Ring no longer allowing police to request users’ doorbell video footage


Ring is one of the most popular doorbell/camera security systems available, allowing users to monitor activity on the outside of their property. These cameras also frequently capture traffic and other activity on the streets, making the footage they capture potentially valuable to law enforcement when investigating crimes. But now, the company is changing its longstanding policy of allowing the police to request footage from users. The “Neighbors” app will no longer offer that option. The question is why, particularly during a time of rising crime and unrest, they would make such a change. 

From  Straight Arrow News:

Ring’s “Neighbors” app will no longer allow police to ask users for doorbell footage. The app was seen as an easy, accessible way for law enforcement to ask neighbors in a certain vicinity for surveillance that could help them solve a crime. Thursday, Jan. 25, Ring announced police and other public safety agencies can no longer request such surveillance.

Some critics argued the requests were a violation of users’ privacy before Ring adjusted its policies. Ring has been evolving its policies over police accessibility.

Police were previously able to send private messages to users asking if they had footage that may have captured a crime or person of interest on their camera.

Ring even promoted partnerships with local police departments where police touted how helpful it was to have a direct line to its community.

It’s difficult to describe how much of a turnaround this is for Ring. Originally, Ring partnered with police departments, allowing them to send private messages to users requesting video footage from a particular time period. Then, in 2021, Ring disabled the ability of the police to send DMs but still allowed them to make public posts requesting help. Now, even that ability has been removed. The police have effectively been thrown off of the app.

But why? It appears that Ring has been caving to the demands of anti-police groups that are supposedly concerned with “protecting the digital privacy” of citizens. One of these is the Electronic Frontier Foundation, which praised the recent decision while complaining that it had taken too long to come about. They decried “casual and warrantless police requests for footage,”

These are nonsensical accusations. Ring cameras are designed to monitor the outside of a person’s home, not the private, interior spaces, so nobody’s privacy is endangered. When you step outside your home onto your sidewalk or porch, you are in public and people can see you. You shouldn’t be doing anything out there that you don’t want others to see.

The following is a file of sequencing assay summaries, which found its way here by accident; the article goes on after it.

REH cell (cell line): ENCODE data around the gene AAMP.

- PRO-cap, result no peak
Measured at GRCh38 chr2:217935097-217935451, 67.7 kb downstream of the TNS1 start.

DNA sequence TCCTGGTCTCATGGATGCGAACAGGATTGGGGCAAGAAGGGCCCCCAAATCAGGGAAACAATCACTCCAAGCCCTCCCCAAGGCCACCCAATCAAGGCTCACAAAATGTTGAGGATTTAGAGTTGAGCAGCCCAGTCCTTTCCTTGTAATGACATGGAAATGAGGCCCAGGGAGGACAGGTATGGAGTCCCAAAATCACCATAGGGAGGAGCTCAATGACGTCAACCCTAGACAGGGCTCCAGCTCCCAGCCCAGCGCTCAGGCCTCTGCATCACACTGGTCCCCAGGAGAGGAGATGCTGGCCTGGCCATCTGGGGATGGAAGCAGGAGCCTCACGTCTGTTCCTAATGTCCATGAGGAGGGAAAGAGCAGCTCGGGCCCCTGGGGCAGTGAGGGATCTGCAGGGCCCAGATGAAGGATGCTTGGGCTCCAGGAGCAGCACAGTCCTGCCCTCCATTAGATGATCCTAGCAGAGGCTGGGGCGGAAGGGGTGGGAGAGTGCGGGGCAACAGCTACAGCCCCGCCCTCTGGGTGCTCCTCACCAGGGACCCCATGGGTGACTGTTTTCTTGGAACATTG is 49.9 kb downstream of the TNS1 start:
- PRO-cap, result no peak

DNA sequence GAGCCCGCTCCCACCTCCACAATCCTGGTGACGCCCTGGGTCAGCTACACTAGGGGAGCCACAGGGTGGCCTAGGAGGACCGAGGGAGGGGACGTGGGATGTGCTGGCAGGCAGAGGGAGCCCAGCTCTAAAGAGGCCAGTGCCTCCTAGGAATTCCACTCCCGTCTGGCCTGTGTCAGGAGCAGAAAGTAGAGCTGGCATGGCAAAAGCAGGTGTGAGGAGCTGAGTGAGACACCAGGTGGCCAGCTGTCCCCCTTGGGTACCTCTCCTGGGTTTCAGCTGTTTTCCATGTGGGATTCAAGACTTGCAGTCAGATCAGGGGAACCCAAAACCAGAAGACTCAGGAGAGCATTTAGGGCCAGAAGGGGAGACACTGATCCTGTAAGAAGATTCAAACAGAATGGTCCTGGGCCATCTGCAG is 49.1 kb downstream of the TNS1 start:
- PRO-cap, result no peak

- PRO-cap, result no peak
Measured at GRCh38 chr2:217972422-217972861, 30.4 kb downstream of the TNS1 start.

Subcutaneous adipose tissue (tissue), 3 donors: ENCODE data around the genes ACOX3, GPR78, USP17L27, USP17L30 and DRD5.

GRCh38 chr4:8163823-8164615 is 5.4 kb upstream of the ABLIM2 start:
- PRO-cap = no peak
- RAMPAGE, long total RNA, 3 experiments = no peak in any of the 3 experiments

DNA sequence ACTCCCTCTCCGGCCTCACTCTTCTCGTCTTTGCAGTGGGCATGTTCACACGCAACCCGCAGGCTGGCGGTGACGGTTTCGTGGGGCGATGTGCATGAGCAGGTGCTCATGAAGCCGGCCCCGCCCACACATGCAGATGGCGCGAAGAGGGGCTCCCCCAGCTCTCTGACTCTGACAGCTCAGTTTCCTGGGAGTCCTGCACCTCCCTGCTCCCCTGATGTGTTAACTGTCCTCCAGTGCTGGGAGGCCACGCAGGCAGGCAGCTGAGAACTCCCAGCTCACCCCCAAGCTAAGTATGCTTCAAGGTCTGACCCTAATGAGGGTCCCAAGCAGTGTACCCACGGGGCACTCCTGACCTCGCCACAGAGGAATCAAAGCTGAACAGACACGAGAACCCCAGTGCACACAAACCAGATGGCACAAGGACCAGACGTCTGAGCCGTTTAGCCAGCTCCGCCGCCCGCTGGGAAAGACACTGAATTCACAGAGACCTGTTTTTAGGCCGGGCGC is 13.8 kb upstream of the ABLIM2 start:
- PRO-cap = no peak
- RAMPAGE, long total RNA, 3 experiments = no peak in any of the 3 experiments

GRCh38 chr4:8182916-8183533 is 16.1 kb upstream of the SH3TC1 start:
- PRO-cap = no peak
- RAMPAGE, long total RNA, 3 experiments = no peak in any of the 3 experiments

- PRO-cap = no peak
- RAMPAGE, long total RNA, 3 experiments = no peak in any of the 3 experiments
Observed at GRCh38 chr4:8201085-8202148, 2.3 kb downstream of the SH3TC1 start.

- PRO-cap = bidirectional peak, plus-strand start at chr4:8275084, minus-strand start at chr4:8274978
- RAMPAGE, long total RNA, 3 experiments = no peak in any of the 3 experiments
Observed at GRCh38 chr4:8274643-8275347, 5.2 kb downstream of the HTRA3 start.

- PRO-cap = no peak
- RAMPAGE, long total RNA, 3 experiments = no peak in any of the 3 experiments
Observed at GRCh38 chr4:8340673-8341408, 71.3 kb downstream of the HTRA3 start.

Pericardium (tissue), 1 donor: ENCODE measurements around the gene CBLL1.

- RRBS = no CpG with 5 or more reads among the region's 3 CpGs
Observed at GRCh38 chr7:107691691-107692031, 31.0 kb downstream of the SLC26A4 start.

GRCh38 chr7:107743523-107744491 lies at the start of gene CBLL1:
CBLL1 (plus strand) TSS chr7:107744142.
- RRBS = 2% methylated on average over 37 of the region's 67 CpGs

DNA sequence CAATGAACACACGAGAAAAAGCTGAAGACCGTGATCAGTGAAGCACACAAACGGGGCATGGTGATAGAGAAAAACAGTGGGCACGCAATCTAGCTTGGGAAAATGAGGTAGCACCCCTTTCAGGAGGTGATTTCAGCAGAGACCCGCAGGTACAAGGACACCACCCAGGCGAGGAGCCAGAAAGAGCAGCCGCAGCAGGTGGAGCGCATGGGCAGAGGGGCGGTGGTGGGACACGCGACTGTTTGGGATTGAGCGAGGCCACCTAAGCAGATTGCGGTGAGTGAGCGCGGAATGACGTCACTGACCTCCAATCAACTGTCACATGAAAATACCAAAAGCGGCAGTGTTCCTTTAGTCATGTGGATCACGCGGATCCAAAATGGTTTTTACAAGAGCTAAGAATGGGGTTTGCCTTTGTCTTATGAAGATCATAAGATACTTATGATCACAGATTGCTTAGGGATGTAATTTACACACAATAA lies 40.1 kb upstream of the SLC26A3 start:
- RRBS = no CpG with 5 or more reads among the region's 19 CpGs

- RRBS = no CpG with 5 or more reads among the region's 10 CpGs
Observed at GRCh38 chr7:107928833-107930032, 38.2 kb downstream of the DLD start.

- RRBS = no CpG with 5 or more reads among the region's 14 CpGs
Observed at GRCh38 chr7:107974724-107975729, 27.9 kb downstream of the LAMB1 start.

As to the “warrantless” part of the complaint, police only need a warrant if they are requesting something that you might not want to voluntarily give up. There is nothing wrong with the police politely requesting help with any evidence that a neighbor might have, including surveillance footage. Every user has the option of saying no or simply ignoring the request. And that’s all the police have traditionally done. They ask people for help. They don’t demand it.

This aspect of the debate speaks to the fundamental reasons people have for installing Ring systems in the first place. Why would you bother recording activity outside of your home unless you planned to report suspicious actors to law enforcement? Does Ring imagine that its users should be forming up posess to go out and engage in vigilante justice? If you catch someone in the act of committing a crime on your property, you would presumably like to see them apprehended. And if you’re any sort of good neighbor, you would want to help others in your community do the same. That means getting the cops involved.

This entire change smells of more anti-cop, defund-the-police nonsense. Crime is on the rise and everyone is now familiar with the concept of “porch pirates.” Ring is one tool that citizens can use to try to fight back. But all Ring is doing is making the job of the cops harder. This was a terrible decision and I hope they rethink it.

Dan Butcher

Dan Butcher (aka HP Pundit) is not a Democrat or Republican. He is a free thinking independent bringing you news and commentary with a dose of much needed common sense.

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